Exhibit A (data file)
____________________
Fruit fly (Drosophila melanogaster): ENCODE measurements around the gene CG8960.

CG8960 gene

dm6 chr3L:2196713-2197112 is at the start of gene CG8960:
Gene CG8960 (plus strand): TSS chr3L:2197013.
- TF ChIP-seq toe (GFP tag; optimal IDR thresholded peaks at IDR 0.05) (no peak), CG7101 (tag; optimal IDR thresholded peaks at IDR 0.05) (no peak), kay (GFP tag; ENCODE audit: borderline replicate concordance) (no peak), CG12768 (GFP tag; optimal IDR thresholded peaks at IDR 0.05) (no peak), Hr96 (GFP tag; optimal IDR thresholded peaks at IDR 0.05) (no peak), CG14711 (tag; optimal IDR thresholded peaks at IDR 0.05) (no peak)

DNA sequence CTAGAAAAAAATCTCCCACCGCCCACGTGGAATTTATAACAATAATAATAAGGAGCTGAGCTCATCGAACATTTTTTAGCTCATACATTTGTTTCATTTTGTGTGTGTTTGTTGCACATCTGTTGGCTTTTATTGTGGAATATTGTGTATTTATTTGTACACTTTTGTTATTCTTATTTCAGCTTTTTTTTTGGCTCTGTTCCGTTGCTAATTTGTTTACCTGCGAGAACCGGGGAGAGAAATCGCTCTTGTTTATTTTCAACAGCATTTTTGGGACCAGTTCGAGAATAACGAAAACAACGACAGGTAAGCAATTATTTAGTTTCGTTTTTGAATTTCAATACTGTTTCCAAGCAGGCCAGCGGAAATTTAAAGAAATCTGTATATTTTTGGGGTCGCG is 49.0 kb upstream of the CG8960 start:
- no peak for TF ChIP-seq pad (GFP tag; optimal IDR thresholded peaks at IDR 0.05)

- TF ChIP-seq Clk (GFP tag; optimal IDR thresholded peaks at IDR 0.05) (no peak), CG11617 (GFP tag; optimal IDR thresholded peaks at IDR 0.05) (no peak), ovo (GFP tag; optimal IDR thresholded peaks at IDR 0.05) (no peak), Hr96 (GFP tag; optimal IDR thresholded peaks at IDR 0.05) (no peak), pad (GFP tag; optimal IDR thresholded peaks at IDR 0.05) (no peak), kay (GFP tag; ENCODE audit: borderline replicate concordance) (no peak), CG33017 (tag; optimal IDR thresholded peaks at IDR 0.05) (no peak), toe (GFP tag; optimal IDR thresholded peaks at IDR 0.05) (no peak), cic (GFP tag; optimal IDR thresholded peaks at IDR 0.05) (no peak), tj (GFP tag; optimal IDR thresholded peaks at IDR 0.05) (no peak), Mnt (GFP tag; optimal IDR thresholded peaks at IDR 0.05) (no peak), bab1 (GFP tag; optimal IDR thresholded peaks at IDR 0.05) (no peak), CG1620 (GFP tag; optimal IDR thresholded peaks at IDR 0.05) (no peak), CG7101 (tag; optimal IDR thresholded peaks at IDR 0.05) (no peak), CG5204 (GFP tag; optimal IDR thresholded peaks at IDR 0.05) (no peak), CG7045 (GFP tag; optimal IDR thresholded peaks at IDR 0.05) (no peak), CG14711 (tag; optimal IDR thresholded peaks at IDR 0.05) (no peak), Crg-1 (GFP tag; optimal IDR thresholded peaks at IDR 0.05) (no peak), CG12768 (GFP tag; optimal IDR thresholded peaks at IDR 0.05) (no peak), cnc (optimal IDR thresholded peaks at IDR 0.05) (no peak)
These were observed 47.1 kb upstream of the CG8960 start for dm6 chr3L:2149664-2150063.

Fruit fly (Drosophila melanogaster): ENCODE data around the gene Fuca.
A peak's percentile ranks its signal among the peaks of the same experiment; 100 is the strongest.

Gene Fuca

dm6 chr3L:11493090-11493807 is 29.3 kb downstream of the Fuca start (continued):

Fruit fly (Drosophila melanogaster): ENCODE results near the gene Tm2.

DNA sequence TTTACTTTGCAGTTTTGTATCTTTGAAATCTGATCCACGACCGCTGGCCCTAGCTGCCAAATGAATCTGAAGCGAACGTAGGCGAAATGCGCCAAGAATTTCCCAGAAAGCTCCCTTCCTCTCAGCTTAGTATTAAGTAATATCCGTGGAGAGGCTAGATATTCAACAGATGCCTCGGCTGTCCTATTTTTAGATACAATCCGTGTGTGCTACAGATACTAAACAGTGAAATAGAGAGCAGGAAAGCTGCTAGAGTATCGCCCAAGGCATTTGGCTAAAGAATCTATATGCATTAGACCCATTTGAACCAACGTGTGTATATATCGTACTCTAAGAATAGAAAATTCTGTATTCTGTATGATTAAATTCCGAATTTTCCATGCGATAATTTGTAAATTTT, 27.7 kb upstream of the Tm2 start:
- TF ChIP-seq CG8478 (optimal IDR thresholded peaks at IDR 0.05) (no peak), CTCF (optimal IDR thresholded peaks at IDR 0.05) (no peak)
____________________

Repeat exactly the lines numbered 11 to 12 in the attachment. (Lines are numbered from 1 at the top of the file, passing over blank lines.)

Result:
A peak's percentile ranks its signal among the peaks of the same experiment; 100 is the strongest.

Gene Fuca